Please comment in the space provided or email your thoughts to me at bob@baronson.org.  And – spread the word about the immediate need for more organ donors.  On-line registration can be done at http://www.donatelife.net/index.php  Whenever you can, help people formally register.  There is nothing you can do that is of greater importance.  If you convince one person to be a donor you may save or positively affect over 50 lives.  Some of those lives may be people you know and love.  

You are also invited to join Organ Transplantation Initiative (OTI) http://www.facebook.com/#!/group.php?gid=152655364765710 a group dedicated to providing help and information to donors, donor families, transplant patients and families, caregivers and all other interested parties.  Your participation is important if we are to influence decision makers to support efforts to increase organ donation and support organ regeneration, replacement and research efforts.   


About Bob Aronson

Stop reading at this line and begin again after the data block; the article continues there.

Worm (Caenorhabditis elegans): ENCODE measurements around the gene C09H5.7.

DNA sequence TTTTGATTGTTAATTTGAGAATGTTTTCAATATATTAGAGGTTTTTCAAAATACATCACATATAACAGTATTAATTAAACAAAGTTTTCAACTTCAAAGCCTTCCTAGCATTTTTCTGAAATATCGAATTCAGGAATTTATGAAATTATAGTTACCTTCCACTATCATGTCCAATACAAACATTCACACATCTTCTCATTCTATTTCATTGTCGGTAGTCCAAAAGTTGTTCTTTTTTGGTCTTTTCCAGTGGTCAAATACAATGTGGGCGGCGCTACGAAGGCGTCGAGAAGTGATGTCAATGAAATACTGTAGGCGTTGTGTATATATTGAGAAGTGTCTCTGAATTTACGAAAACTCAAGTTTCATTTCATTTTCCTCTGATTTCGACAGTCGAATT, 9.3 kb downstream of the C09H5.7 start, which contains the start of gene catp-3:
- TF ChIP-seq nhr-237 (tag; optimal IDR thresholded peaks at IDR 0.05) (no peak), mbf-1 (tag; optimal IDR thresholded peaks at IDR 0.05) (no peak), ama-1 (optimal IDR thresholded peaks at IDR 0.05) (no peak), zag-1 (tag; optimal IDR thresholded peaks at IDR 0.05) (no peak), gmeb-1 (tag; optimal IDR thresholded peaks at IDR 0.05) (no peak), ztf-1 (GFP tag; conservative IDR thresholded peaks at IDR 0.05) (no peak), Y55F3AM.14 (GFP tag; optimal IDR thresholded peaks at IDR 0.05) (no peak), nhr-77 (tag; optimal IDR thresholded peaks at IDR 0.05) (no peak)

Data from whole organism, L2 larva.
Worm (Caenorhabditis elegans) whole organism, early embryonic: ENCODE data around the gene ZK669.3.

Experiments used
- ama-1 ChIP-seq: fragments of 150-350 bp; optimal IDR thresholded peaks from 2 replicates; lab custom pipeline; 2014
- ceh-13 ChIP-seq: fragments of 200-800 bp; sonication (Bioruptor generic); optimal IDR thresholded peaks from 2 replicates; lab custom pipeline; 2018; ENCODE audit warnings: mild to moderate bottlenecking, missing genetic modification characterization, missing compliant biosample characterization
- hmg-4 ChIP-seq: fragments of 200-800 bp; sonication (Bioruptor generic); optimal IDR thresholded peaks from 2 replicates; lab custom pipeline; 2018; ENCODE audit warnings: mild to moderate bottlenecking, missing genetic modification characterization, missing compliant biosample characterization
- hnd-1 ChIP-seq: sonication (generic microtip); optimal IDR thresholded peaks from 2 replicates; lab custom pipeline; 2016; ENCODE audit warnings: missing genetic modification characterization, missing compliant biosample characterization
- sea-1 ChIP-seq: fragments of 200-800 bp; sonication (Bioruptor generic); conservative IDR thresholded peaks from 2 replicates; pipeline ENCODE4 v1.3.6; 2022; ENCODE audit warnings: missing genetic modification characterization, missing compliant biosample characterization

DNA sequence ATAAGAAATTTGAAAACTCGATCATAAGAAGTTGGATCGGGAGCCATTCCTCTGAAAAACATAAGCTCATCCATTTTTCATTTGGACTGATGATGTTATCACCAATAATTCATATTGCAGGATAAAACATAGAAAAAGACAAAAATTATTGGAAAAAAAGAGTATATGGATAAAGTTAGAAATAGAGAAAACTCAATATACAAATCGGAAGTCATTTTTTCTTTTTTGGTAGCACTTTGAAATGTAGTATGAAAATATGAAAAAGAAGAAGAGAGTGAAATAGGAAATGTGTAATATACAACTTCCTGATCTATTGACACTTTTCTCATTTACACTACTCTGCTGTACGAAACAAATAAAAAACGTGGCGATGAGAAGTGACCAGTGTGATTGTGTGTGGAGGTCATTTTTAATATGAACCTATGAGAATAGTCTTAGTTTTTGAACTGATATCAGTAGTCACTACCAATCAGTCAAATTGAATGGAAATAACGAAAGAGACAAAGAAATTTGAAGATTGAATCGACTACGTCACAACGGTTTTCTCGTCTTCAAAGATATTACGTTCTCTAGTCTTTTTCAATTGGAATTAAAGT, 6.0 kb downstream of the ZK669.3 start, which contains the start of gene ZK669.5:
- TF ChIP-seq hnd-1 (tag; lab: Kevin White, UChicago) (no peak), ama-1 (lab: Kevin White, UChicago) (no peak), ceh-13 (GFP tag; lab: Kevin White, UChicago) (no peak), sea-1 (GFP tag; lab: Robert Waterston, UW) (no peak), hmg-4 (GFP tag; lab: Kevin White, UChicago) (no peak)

Bob Aronson is a former journalist, a Minnesota Governor's Press Secretary and talk show host. For nearly a quarter of a century, he led the Aronson Partnership, a Minnesota-based communications consultancy that prepared corporate and government executives for crisis situations, regulatory testimony, media interviews and Presentations. Among his clients were all three U.S. Mayo Clinic locations, 3M, general Mills, CH2M Hill, the U.S. Department of Energy and scores more. In 2007 bob had a heart transplant after suffering from idiopathic dilated cardiomyopathy for 12 years. Shortly after he got his new heart he founded the now 4,300 member Facebook support group, Organ Transplant Initiative. At the same time, he established the Bob's Newheart blog where he has posted nearly 300 columns on organ donation, transplantation and other health related issues. The Viewpoint blog was started in late 2016 and bears the name of the Radio Talk show Bob did from 1966 until 1974, when he resigned to become Minnesota Governor Rudy Perpich first Press secretary. Bob and his artist wife Robin, live in Jacksonville, Florida with their two dogs, Reilly and Ziggy. Bob is also a woodworker and makes all of the furnishings for Robin's art festival booth. He also makes one of a kind jewelry or "memories" boxes that he donates to select transplant patients, caregivers, donor families and others who have somehow contributed to making life easier for the ill, the elderly and the less fortunate. Bob is in the final stages of editing two full-length novels that will be available on Kindle when ready for release sometime in early 2017. One is a sci fi novel about an amazing discovery near Roswell, New Mexico and you will be surprised to find it has nothing to do with the Roswell story everyone knows. It features a woman scientist who investigates impact craters for the U.S. Department of the Interior, Dr. Rita Sylvester and her female student intern. The other book is a political thriller that introduces a new hero to the genre, Fargo Dennison.